Tie It All Together

I am a fan of string, twine, thread and rope.  This is a material that helps with no end of chores in the garden.  The English adore twine; Nutscene is a company in England that makes string.  This jute string comes in a can-just like the label says, it is pliable-meaning it will not damage tender stems.  It does eventually deteriorate, but that process is slow.  Pulled from the center of the spool which is contained in a can, there is no tangled mess.  How you can use this jute twine with both hands free baffles me-but I am happy to let that claim pass.  This jute twine is ideal for tying wayward perennial stems to a stout stake, without injuring the plant. 

Should you have a need for thousands of yards of jute twine, Nutscene manufactures wheels of string.  Pray I never have a need for this much string.  But I love the look of this spool.  India is the primary source for jute worldwide-the fiber comes from corchorus capsularis, or corchorus olitorius.  They both are tropical annuals, from the linden family.  Burlap, a staple fabric of the landscaping industry, is woven from jute. Used to bind up rootballs, jute burlap eventually rots away, permitting the roots to work their weay into the surrounding soil, and the plant to take hold. It may not be the strongest string on the planet, but it is a natural, readily available, and traditional material appreciated just as much as a strong and well made terra cotta flower pot.

Bark wire is a staple in my tool kit.  I know that wire is the inner layer-I have no idea what fiber is wrapped around that wire.  I am sure it is not bark-it is a rough twine  of some sort.  I do know that when I need some strong restraint, bark wire does the trick.  Should I have a centerpiece wired in a visible way, this is my wired string of choice.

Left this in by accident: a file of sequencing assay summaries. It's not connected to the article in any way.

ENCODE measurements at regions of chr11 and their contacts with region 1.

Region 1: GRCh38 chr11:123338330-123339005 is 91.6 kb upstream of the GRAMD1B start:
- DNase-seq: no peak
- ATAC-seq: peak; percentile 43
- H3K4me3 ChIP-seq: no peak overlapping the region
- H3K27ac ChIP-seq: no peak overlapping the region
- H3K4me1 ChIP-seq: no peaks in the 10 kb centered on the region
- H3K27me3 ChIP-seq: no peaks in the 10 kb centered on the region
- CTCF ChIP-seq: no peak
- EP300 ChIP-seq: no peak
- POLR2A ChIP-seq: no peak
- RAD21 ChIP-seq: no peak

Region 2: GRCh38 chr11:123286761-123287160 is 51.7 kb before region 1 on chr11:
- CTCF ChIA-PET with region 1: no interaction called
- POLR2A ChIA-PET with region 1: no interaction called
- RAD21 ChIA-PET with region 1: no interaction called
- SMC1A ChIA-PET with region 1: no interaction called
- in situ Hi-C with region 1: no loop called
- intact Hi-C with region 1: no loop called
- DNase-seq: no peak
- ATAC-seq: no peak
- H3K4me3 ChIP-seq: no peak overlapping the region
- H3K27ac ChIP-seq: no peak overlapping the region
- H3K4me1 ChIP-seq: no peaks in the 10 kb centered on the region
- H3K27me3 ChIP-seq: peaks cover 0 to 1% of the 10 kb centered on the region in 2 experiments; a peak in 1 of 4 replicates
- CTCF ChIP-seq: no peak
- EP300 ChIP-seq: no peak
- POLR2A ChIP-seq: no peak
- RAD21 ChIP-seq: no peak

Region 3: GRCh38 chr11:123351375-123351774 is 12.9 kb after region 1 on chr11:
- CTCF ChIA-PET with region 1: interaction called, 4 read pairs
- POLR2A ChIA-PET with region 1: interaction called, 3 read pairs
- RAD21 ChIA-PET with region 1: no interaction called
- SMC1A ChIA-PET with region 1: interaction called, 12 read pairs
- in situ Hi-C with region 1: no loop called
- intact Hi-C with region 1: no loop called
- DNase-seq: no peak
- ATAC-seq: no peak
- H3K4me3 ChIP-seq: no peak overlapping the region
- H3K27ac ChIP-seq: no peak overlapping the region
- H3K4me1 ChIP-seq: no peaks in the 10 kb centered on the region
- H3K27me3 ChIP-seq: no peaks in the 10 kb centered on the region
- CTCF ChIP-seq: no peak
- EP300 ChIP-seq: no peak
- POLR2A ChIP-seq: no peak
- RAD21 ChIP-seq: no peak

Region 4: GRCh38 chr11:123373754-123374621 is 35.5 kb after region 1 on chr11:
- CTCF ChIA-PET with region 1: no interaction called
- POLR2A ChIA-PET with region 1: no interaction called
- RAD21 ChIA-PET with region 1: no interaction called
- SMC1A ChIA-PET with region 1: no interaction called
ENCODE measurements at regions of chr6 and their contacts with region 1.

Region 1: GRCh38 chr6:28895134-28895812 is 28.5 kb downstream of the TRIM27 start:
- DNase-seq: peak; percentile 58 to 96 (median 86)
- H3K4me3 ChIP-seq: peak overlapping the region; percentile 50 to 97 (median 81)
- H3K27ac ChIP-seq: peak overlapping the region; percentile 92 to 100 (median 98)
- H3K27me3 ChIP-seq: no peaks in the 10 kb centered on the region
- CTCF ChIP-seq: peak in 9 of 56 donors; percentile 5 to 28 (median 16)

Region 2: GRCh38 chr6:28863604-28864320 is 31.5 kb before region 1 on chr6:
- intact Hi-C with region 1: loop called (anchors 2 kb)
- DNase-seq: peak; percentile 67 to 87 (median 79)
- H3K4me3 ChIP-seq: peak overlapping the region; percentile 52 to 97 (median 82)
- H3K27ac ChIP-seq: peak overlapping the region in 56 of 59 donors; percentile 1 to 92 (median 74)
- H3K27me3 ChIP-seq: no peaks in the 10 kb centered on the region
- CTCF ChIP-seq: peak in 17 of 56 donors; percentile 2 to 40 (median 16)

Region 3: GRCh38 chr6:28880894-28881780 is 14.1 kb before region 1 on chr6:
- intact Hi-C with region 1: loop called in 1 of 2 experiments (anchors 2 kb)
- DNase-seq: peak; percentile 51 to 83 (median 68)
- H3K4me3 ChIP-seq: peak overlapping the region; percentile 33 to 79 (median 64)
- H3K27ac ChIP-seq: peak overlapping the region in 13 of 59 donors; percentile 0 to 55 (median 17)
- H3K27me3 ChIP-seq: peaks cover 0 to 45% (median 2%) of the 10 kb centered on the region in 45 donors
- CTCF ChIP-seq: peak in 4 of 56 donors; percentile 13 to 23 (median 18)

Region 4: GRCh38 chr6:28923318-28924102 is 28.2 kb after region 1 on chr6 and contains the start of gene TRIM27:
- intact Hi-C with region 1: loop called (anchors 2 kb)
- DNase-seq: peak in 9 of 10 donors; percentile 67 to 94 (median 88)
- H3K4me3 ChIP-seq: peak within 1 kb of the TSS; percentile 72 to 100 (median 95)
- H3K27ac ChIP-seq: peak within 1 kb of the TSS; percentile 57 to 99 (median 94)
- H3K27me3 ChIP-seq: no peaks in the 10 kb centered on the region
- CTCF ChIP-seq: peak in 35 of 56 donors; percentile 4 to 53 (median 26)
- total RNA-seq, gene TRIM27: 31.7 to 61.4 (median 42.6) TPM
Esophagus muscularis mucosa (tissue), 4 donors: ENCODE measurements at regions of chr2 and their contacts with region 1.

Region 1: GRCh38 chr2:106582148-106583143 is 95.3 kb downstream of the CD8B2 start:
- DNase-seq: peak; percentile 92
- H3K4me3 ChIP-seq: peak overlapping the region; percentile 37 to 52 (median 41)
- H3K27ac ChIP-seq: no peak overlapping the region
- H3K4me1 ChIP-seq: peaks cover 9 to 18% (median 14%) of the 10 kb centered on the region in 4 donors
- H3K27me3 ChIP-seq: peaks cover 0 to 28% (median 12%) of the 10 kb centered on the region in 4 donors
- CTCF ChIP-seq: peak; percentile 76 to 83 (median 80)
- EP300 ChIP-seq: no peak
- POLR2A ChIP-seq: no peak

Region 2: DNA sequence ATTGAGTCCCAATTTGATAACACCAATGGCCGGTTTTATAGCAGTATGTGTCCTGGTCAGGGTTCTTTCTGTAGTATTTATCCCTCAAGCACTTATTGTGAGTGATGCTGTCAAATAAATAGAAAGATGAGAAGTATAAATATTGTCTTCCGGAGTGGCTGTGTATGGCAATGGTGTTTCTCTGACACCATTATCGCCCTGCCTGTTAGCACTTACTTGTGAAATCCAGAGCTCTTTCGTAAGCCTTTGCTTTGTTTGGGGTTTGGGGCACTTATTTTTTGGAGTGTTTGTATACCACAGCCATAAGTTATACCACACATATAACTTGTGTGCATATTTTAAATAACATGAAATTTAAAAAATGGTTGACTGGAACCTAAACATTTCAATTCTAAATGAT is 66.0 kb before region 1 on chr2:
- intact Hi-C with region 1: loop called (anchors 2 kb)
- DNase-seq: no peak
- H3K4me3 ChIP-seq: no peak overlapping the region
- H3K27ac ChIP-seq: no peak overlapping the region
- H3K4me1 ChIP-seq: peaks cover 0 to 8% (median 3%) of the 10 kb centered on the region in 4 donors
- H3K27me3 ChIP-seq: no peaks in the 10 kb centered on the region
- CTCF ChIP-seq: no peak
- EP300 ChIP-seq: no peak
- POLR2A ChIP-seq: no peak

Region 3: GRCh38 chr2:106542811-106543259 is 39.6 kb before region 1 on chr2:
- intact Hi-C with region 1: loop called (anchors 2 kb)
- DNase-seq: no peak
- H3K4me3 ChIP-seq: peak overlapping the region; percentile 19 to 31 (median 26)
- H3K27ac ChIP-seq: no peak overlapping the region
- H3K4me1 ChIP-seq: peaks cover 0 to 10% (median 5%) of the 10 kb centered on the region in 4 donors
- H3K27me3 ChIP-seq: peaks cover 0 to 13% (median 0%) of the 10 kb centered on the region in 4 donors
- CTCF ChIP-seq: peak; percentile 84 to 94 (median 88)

Jute dyed green is a color friendly to the garden.  These spools of widely twisted jute fibers are satisfying to look at.  How would I use them?  You might use this twine to make a fence for peas, or wrap a package.  On a twine binge, I might wrap a pot with it.    

This pair of jute spheres are of vastly different sizes. The large rope wrapped sphere is a celebration of the strength that comes from many strands.  It is also a testament to the maker-it is incredibly difficult to make rope conform to a small or precise shape.  The technical issues aside, these are beautiful objects made from plants.

I wrapped this topiary form with its sphere finial in rope made from jute.  I like the look of the horizontal bands of rope in relationship to this french beehive pot fashioned from the natural color of a local clay. This I would call the next best thing to a living plant.  A sculpture from rope in a terra cotta pot brings the garden to mind.  

I collect string.  On the left, a spool of wire covered in paper.  In the center, linen thread. On the right, string made from twisted paper.This giant wood spool is covered with a flexible jute rope comprised of many individual strands.  We make bows from this rope.  We hang birdhouses, and light spheres from it.  We use it whole-we divide it up.  We wrap tree trunks for the winter,  and packages with it.  The smell of natural jute is as pleasing as the smell of phlox, roses, or petunias.      

Rob bought at least a hundred balls of natural jute Nutscene twine this past spring.  Most of those balls are gone.  I have no idea how they got used.  I do know they are beautidful objects in their own right.  I had occasion to  use 6 of those spools this past weekend.  

A client having her family for dinner over a holiday needed some centerpieces.  I could not take my eyes off those jute spools.  I worried plenty that she would not appreciate my idea about string spool vases and fall.  I need not have worried. 

She loved the string vases, the yellow celosia, the bleached leaves, and the green broomcorn bits.